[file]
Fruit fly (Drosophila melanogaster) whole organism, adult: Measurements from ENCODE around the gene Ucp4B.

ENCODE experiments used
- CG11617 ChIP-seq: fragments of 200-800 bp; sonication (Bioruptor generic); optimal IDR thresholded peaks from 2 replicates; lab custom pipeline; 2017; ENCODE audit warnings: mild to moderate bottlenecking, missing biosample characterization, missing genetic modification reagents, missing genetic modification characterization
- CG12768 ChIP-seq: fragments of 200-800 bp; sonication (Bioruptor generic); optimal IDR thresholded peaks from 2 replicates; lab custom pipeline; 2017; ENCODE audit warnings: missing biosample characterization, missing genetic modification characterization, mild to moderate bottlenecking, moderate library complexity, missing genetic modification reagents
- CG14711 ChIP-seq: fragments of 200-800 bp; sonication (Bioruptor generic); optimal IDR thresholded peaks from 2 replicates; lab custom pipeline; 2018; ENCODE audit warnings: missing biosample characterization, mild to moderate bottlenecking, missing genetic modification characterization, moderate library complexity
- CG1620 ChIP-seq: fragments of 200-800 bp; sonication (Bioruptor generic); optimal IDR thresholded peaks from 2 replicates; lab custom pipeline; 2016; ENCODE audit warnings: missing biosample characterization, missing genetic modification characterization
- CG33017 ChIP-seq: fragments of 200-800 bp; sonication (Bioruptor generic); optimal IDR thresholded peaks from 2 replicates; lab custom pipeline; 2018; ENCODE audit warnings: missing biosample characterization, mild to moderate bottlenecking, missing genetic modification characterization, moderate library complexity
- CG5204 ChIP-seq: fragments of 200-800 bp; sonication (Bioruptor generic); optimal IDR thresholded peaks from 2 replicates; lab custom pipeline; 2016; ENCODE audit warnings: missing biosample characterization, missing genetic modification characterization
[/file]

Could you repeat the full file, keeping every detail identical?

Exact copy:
Fruit fly (Drosophila melanogaster) whole organism, adult: Measurements from ENCODE around the gene Ucp4B.

ENCODE experiments used
- CG11617 ChIP-seq: fragments of 200-800 bp; sonication (Bioruptor generic); optimal IDR thresholded peaks from 2 replicates; lab custom pipeline; 2017; ENCODE audit warnings: mild to moderate bottlenecking, missing biosample characterization, missing genetic modification reagents, missing genetic modification characterization
- CG12768 ChIP-seq: fragments of 200-800 bp; sonication (Bioruptor generic); optimal IDR thresholded peaks from 2 replicates; lab custom pipeline; 2017; ENCODE audit warnings: missing biosample characterization, missing genetic modification characterization, mild to moderate bottlenecking, moderate library complexity, missing genetic modification reagents
- CG14711 ChIP-seq: fragments of 200-800 bp; sonication (Bioruptor generic); optimal IDR thresholded peaks from 2 replicates; lab custom pipeline; 2018; ENCODE audit warnings: missing biosample characterization, mild to moderate bottlenecking, missing genetic modification characterization, moderate library complexity
- CG1620 ChIP-seq: fragments of 200-800 bp; sonication (Bioruptor generic); optimal IDR thresholded peaks from 2 replicates; lab custom pipeline; 2016; ENCODE audit warnings: missing biosample characterization, missing genetic modification characterization
- CG33017 ChIP-seq: fragments of 200-800 bp; sonication (Bioruptor generic); optimal IDR thresholded peaks from 2 replicates; lab custom pipeline; 2018; ENCODE audit warnings: missing biosample characterization, mild to moderate bottlenecking, missing genetic modification characterization, moderate library complexity
- CG5204 ChIP-seq: fragments of 200-800 bp; sonication (Bioruptor generic); optimal IDR thresholded peaks from 2 replicates; lab custom pipeline; 2016; ENCODE audit warnings: missing biosample characterization, missing genetic modification characterization